Massachusetts church says it’s open for same-sex weddings

The council of Harvard-Epworth United Methodist Church in Cambridge, Mass., has approved a “Marriage Equality Statement” saying that the church’s building is available for same-sex weddings and the congregation will support its pastor, the Rev. Scott Campbell, if he performs such services there.

The United Methodist Church officially holds that homosexuality is incompatible with Christian teaching. Church law also forbids United Methodist pastors from officiating at same-sex unions and says such services “shall not be conducted in our churches.”

John Regier, the church council member who drafted the statement, noted that Harvard-Epworth has long supported same-sex marriage and that Campbell has been a leader in trying to change church law regarding homosexuality.

“We finally got to the point that we were not prepared to wait for the (church) law to change, and we wanted to express who we are as a congregation,” Regier said. “Ultimately it’s up to the pastor to decide what religious services take place in a church. We wanted this pastor and any future pastor to know that we were supportive of same-sex marriage.”

The council’s unanimous vote came at a meeting Monday, Oct. 21. All church members were invited to attend and join in discussion before the vote.

Massachusetts has allowed same-sex marriage since 2004.

Campbell said there have been no same-sex weddings at Harvard-Epworth, and none is scheduled. But he said he is willing to conduct such weddings there.

Campbell said a copy of the statement, with an explanatory letter, is on its way to Bishop Sudarshana Devadhar of the New England (annual) Regional Conference.

Devadhar said, “I am aware of the letter and its content. At this time, it appears that the letter describes a future intent, and no specific event has been reported. When matters like this come to my desk they are addressed on a case-by-case basis, and as a temporal and spiritual leader of the church, I am committed to dealing with such matters theologically and pastorally.”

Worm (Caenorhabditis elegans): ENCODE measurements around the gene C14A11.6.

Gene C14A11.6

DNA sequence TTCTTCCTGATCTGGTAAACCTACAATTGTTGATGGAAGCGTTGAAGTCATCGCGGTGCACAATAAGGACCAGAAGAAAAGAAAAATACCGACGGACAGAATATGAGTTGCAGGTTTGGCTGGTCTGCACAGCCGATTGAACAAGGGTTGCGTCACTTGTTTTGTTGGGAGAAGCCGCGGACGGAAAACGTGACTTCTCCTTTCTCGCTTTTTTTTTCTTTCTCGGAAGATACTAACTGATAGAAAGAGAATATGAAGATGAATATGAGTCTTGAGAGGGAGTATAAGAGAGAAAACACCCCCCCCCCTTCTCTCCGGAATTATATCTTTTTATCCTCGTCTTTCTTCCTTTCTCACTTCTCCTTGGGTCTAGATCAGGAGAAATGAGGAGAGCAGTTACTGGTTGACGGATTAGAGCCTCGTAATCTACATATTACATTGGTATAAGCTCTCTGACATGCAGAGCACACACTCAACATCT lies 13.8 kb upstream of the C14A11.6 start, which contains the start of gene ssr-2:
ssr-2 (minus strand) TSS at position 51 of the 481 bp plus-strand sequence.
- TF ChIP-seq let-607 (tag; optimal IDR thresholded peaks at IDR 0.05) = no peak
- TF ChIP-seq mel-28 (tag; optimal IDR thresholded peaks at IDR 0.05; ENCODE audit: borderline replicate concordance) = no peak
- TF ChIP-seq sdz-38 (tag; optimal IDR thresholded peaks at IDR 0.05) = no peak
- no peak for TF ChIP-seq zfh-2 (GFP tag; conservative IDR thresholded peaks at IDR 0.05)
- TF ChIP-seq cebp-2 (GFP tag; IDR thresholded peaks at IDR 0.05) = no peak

Campbell said he’s unaware of any sanction the congregation could face if the church building is used for a same-sex wedding.

“The obvious sanction would be that the bishop would have the right to remove a pastor from an appointment if an action that were deemed contrary to the polity of the church were to take place,” he said.

The Reconciling Ministries Network, an unofficial caucus in the United Methodist Church that seeks to change church law regarding homosexuality, said 16 United Methodist churches are on its “Altar for All” list.

Fourteen have pledged a willingness to have same-sex ceremonies in their buildings, and two have decided not to hold any weddings as a protest of state laws prohibiting same-sex weddings.


Like what you're reading?  United Methodist Communications is celebrating 80 years of ministry! Your support ensures the latest denominational news, dynamic stories and informative articles will continue to connect our global community.  Make a tax-deductible donation at ResourceUMC.org/GiveUMCom.

Sign up for our newsletter!

umnews-subscriptions
Racism
The Rev. Reginald E. Lee. Photo courtesy of the South Carolina Conference.

A birthday letter to Martin Luther King Jr.

On the occasion of the 92nd birthday of the Rev. Martin Luther King Jr., the Rev. Reginald Lee, pastor of Mt. Zion United Methodist Church, penned a birthday letter to the civil rights icon.
Racism
M. Garlinda Burton. Photo courtesy of M. Garlinda Burton.

The content of our character

Leading into Martin Luther King Jr. Day, Religion and Race top executive calls for the church to address its institutional racism.
General Church
The Rev. Kah-Jin Jeffrey Kuan, a General Conference delegate from the California-Nevada Conference, speaks during the last day of the 2019 special General Conference in St. Louis. The Commission on the General Conference met online in December to discuss planning for the General Conference postponed by COVID-19. File photo by Paul Jeffrey, UM News.

Grappling with postponed General Conference

Organizers of The United Methodist Church’s top legislative body have decided not to reopen the petition process but have set a timeline for dealing with postponement.